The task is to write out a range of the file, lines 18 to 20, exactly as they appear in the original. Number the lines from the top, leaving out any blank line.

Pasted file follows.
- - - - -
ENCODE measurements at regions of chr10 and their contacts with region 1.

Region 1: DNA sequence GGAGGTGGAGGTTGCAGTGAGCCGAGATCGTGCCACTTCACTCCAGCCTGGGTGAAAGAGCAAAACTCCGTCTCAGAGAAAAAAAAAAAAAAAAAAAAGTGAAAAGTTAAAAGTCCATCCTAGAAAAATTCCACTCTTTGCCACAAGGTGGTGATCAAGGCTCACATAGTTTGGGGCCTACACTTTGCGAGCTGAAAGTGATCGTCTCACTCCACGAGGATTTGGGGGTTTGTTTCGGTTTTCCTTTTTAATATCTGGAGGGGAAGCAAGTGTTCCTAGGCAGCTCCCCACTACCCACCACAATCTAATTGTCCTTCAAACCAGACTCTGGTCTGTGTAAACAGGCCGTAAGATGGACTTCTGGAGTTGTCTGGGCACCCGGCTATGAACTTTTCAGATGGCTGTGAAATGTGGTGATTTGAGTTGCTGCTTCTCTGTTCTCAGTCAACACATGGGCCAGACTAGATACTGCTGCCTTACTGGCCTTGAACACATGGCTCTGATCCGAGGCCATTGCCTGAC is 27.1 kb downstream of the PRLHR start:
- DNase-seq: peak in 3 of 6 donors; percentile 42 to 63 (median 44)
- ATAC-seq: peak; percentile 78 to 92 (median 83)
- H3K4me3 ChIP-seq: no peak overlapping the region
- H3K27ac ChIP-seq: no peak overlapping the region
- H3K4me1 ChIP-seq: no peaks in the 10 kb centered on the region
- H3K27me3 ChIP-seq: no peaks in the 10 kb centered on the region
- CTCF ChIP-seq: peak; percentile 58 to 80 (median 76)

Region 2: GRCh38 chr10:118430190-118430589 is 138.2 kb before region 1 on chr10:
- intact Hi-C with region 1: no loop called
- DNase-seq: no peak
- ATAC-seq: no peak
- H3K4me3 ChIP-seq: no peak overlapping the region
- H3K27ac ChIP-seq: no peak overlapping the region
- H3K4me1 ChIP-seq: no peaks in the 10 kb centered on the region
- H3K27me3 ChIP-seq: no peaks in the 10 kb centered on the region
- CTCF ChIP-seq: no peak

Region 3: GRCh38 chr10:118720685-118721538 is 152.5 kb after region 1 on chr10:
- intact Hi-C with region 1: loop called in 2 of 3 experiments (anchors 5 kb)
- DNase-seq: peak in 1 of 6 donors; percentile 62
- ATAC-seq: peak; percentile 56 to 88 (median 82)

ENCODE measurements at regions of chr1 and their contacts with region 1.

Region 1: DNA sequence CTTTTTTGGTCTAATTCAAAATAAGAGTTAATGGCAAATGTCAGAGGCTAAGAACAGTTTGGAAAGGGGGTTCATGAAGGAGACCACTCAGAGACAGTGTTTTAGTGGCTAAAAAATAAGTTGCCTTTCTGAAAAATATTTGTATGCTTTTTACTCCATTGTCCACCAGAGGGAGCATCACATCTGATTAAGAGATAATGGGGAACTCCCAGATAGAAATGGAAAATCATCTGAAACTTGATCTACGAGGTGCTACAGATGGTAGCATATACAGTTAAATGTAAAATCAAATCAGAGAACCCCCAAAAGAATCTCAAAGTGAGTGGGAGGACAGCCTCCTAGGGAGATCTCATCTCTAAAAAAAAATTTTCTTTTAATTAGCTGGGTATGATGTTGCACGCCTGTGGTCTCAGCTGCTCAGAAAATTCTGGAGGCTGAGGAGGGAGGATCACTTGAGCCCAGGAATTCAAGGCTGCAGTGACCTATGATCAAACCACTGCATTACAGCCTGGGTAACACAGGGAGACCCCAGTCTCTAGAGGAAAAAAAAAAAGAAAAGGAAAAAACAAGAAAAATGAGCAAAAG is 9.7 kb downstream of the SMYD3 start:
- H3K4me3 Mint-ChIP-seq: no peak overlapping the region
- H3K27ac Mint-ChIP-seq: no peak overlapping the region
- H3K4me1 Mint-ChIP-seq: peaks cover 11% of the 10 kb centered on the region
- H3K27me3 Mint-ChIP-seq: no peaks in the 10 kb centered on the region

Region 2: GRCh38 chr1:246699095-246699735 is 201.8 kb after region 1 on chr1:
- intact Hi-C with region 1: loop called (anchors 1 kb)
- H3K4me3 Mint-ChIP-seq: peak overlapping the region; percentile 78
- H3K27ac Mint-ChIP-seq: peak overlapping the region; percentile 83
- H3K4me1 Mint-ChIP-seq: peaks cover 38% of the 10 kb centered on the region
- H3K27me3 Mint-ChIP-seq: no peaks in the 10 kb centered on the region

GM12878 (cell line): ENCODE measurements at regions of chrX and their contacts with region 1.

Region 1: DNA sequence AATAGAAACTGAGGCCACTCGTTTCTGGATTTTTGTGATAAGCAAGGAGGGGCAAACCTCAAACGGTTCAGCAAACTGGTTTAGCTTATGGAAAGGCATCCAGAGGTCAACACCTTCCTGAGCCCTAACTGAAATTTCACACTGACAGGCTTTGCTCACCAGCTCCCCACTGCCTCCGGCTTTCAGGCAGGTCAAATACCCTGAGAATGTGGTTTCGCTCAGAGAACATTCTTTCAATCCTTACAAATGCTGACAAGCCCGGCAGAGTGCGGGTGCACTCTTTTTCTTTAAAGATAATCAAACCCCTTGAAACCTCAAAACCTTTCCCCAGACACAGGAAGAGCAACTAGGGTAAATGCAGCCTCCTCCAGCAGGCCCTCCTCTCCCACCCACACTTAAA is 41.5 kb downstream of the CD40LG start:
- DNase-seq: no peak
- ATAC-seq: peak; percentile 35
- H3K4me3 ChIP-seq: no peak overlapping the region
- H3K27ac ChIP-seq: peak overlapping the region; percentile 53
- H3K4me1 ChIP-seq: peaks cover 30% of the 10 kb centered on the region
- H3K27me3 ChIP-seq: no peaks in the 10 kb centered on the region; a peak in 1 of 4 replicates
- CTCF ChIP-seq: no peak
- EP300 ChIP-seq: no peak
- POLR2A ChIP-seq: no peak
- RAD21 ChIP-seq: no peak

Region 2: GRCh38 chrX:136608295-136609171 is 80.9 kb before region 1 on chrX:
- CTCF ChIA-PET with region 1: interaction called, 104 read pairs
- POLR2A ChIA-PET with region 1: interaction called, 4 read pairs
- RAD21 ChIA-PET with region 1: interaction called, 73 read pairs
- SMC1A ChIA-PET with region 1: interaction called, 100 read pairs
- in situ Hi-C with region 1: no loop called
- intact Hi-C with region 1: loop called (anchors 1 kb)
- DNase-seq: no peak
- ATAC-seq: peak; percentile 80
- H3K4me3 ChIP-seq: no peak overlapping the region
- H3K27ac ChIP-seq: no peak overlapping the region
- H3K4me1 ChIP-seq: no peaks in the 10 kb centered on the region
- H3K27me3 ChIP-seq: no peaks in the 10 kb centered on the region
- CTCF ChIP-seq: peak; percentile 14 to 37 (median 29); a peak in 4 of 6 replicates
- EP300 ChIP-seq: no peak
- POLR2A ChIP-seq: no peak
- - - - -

- CTCF ChIP-seq: no peak

Region 3: GRCh38 chr10:118720685-118721538 is 152.5 kb after region 1 on chr10:
- intact Hi-C with region 1: loop called in 2 of 3 experiments (anchors 5 kb)